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This Southern California Mall Just Started Using Tesla Batteries

The Brea Mall just got these Tesla Powerpacks.The Brea Mall just got these Tesla Powerpacks.
The Brea Mall just got these Tesla Powerpacks.Photo courtesy of Simon

A Southern California mall just started using two big battery systems from electric car company Tesla to manage energy.

Commercial real estate developer Simon Property announced on Wednesday that its Brea Mall, in Brea, Calif., 30 miles southeast of Los Angeles, would use the batteries to provide energy to buildings during certain times of day.

Tesla packages lithium-ion batteries manufactured by Panasonic—the same ones it uses in its electric cars—into battery packs that can be operated by smart software. Last year, Tesla announced that it would start selling these battery packs to utilities, building owners, and even home owners.

The mall’s new Tesla batteries, called “Powerpacks,” will be charged from the grid during hours when electricity rates are low. When rates are high, the packs will be tapped to provide energy for the mall’s operations, presumably lights and air conditioning.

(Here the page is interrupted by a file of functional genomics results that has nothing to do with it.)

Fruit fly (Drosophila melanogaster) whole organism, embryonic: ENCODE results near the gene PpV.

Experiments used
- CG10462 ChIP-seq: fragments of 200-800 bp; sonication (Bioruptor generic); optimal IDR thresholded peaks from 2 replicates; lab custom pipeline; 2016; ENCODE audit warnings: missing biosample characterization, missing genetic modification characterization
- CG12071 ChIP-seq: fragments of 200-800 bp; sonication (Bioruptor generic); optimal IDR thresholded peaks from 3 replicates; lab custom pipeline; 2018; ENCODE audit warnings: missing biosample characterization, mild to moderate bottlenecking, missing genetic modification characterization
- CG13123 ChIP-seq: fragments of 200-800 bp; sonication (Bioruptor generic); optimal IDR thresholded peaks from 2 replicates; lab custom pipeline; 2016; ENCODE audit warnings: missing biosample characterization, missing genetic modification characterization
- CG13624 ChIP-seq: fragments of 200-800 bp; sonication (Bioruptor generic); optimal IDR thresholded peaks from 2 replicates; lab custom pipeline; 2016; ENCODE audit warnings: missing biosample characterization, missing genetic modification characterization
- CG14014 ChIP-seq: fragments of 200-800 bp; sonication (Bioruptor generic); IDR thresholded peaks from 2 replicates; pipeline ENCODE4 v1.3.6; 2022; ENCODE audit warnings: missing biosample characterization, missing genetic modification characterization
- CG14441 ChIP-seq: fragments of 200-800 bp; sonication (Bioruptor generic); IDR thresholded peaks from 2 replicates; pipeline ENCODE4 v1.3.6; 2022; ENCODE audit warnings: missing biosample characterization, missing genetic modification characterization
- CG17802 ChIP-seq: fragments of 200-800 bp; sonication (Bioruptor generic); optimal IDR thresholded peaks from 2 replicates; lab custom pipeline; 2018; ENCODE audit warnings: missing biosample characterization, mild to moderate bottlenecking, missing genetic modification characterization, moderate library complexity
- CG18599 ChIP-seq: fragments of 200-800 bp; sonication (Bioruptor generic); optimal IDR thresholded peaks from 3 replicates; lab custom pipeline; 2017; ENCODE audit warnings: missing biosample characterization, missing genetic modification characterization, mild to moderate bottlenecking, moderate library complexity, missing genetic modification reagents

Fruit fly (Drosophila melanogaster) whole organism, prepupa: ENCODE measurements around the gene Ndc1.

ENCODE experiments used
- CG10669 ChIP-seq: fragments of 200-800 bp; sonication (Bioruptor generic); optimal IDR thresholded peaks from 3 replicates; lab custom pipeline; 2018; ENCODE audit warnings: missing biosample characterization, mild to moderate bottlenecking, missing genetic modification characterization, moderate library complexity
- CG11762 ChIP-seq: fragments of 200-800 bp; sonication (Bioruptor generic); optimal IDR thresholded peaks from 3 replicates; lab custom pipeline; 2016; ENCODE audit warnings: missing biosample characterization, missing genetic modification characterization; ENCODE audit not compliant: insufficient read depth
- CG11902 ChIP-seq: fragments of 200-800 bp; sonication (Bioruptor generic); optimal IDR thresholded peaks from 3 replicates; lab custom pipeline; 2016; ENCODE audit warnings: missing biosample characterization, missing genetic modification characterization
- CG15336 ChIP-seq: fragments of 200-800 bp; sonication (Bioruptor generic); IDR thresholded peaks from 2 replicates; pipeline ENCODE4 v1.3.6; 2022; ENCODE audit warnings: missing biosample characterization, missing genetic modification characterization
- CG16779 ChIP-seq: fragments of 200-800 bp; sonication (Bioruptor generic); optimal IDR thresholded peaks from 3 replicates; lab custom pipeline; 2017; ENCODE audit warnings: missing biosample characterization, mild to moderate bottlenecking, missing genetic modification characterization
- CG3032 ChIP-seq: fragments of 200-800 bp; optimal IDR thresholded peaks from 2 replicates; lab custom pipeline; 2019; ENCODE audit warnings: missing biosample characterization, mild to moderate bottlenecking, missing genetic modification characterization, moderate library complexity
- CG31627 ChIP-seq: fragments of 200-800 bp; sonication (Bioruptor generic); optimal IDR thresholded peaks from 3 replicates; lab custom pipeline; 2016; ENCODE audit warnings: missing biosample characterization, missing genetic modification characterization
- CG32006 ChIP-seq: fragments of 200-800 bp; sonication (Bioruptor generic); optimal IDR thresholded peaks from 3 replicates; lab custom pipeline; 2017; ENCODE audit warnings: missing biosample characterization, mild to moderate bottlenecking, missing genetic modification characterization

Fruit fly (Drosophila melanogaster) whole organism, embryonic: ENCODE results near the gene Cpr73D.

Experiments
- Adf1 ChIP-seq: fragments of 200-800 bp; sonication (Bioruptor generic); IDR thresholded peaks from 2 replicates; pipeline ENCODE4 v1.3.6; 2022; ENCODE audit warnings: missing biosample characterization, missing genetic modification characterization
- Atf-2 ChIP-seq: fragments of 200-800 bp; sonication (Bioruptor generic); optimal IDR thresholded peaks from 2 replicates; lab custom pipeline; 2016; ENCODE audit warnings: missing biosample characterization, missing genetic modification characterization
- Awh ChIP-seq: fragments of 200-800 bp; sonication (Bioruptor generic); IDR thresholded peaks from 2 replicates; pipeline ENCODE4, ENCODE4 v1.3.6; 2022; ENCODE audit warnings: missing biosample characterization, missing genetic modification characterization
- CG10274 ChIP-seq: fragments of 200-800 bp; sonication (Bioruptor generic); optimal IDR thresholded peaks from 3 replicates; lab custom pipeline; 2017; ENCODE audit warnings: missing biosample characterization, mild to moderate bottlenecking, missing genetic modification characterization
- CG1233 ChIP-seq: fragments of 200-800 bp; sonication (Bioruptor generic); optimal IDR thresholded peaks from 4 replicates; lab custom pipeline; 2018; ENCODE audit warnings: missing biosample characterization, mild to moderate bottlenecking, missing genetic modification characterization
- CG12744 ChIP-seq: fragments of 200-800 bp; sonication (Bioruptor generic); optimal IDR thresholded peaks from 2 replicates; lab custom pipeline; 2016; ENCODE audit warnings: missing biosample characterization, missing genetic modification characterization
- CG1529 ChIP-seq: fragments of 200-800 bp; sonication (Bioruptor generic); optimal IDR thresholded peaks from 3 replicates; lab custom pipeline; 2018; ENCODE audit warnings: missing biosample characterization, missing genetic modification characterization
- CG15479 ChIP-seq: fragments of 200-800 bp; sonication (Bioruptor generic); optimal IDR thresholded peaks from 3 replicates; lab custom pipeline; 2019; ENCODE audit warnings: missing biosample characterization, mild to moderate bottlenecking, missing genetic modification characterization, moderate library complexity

By switching buildings to battery power, and off of the grid during more expensive times of day, building owners can save money on their monthly energy bills.

For more on Tesla’s new high energy battery pack watch our video.

Simon (SPG) says that the Tesla batteries will save the company thousands of dollars annually. Simon’s Tesla batteries have a capacity for 250 kilowatts and 500 kilowatts of energy each, which is about 5 Powerpacks and 10 Powerpacks respectively.

Tesla started assembling small numbers of its Powerpacks last year at its massive battery factory, called the Gigafactory, which is under construction outside of Reno, Nev. Eventually, it will use batteries that are made on site.

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Tesla also sells a Powerwall version of the battery pack for homeowners and small businesses.

While Tesla currently sells a relatively small number of Powerpacks and Powerwalls, its CEO, Elon Musk, has said he expects sales of energy products to increase faster than the that of the core car business.